Most people findit too hot even to sit by the pool when the temperature is 110°. So it'sunderstandable that director James Moll, working from dawn to dusk in thedesert heat, is usually drained at the end of the day. His crew is just asspent: All anyone wants to do is lie down. Which is why Moll is so amazed thatthe three distance runners he is filming do not seem tired at all. These menhave just run the equivalent of two marathons in the wilting heat. As they didyesterday. And will again tomorrow. "You'd think they would beexhausted," Moll says, "but they'll stay up, have dinner and sit aroundchatting."
The mystery ofthese runners' endurance is what lured Moll to Africa to shoot Running theSahara. An Oscar-winning documentary filmmaker, Moll had devoted most of hiswork to the Holocaust and World War II. But he had long been fascinated by thestrange capacities of ultramarathoners, so when he heard that three of themwere planning an improbable run across the biggest desert in the world, heasked to film it.
Therunners--Charlie Engle, Kevin Lin and Ray Zahab--have all competed inlong-distance desert races before, but what they are attempting in Africa isunprecedented. The Sahara, 3,000 miles across, is slightly wider than thecontinental U.S. But owing to geographic and political obstacles, the runnersare staying as much as possible on roads and are avoiding Chad altogether (it'stoo dangerous), thus extending their route to about 4,000 miles. They've beencovering about 50 miles a day. They usually wake at 4 or 5 a.m., slather onsunscreen and then run until about noon, stopping every few miles for food andwater. After breaking for a few hours to avoid the midday heat, they run untilabout sundown, when they set up campsites. The terrain, Moll says, sometimesreminds him of Arizona, other times of Lawrence of Arabia.
The runners setout across the Sahara from the city of St. Louis, in Senegal, on Nov. 2. Theyexpect to reach their finish line by the Red Sea in Egypt in late February orearly March. Last week Moll was in Los Angeles to do some editing on the firstmonth's shooting--a skeleton crew stayed with the runners--but he plans to goback around Christmas. "Believe it or not, I'm missing it," hesays.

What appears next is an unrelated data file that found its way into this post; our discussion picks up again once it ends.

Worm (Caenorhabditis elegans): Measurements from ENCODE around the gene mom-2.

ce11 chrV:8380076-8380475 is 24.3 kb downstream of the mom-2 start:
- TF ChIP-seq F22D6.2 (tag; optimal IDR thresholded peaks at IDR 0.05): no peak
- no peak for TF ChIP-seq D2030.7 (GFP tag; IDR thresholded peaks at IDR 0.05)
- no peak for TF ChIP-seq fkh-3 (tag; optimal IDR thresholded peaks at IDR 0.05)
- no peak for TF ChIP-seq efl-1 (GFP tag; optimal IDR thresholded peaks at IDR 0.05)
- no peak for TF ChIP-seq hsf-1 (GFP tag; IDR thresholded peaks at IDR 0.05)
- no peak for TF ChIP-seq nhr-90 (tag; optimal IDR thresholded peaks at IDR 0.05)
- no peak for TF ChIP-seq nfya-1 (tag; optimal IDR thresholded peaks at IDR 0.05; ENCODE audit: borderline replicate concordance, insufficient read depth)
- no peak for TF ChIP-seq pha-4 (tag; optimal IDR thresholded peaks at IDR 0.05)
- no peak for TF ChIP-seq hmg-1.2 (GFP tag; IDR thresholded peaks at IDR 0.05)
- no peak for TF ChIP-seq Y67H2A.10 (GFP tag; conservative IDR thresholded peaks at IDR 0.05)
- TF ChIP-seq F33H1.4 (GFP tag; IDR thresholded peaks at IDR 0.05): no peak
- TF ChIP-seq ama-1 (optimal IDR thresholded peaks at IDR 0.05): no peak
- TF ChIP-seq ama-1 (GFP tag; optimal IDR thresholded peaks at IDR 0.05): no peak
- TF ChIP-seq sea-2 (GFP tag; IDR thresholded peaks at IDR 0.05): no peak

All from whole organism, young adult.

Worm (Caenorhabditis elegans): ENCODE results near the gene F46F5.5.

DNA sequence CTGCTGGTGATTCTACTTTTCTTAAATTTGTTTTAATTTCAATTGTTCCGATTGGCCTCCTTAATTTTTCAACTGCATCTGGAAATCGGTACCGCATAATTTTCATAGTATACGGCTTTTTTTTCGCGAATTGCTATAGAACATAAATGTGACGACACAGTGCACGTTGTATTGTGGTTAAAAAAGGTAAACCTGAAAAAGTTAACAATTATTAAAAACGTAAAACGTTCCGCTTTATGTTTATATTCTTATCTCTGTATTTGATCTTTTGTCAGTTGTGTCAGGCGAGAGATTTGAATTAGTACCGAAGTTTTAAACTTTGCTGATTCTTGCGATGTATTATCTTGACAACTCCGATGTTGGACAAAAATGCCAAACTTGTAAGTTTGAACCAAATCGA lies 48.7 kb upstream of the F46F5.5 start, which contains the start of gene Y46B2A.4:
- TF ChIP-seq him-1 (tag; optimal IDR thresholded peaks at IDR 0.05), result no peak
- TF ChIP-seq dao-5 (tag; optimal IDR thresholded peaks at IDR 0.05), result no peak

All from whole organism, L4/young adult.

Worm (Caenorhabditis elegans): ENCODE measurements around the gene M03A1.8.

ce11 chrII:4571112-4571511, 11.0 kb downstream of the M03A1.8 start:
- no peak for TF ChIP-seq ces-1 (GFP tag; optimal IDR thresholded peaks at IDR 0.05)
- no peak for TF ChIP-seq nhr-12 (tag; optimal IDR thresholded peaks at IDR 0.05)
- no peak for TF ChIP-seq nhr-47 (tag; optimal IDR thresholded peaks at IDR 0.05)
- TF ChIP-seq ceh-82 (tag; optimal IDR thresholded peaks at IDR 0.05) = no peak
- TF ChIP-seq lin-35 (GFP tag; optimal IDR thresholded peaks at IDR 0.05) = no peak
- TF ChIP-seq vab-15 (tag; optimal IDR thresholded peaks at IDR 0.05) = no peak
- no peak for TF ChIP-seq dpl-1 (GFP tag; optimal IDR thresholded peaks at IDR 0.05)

December 11, 2006
The movie isbeing coproduced by three companies, one of which is LivePlanet, founded byactors Ben Affleck and Matt Damon. Damon will narrate the documentary, which isexpected to premiere in September 2007. The actor is also using the productionto highlight Africa's water shortage: On the movie's website,runningthesahara.com, you can not only follow the journey but also makedonations to charities that help build wells and make clean water moreaccessible.
The shoot has notskimped on adventure. Keith Quinn and Larry Tanz, two of the movie's producers,tell stories of bribing officials with goats and having to shoo camels awayfrom desert runways. But for every hairy experience, the filmmakers have had anuplifting one: In a remote village in Mauritania the crew drew water and thevillagers refused to accept payment for it. Then there are the children who aremagnetically drawn to run alongside the marathoners in every village they passthrough.
For a while,anyway. "I've heard more than once that people thought these guys had to becrazy," Moll says of the runners. "People don't understand why someonewould want to run in that kind of heat." That is, of course, the mystery ofthe movie. Asked if he is any closer to solving it, Moll says, "A big partof it is learning how to deal with pain, rather than making the pain goaway."
The runners areabout a third of the way through their task. Their chief complaint, so far, isthat they miss their families. "We definitely think they're capable offinishing, but it's by no means a lock," says Tanz. "This is harderthan climbing Everest."
The Road to the Red Sea
Engle, who has run an ultramarathon in the GobiDesert, and Lin and Zahab, both veterans of races in the Sahara, began inSenegal and will traverse six countries and about 4,000 miles in around 90days. As of Sunday they were near the border between Mali and Niger.
From left: Lin, Engle and Zahab chugged across Mauritania inNovember.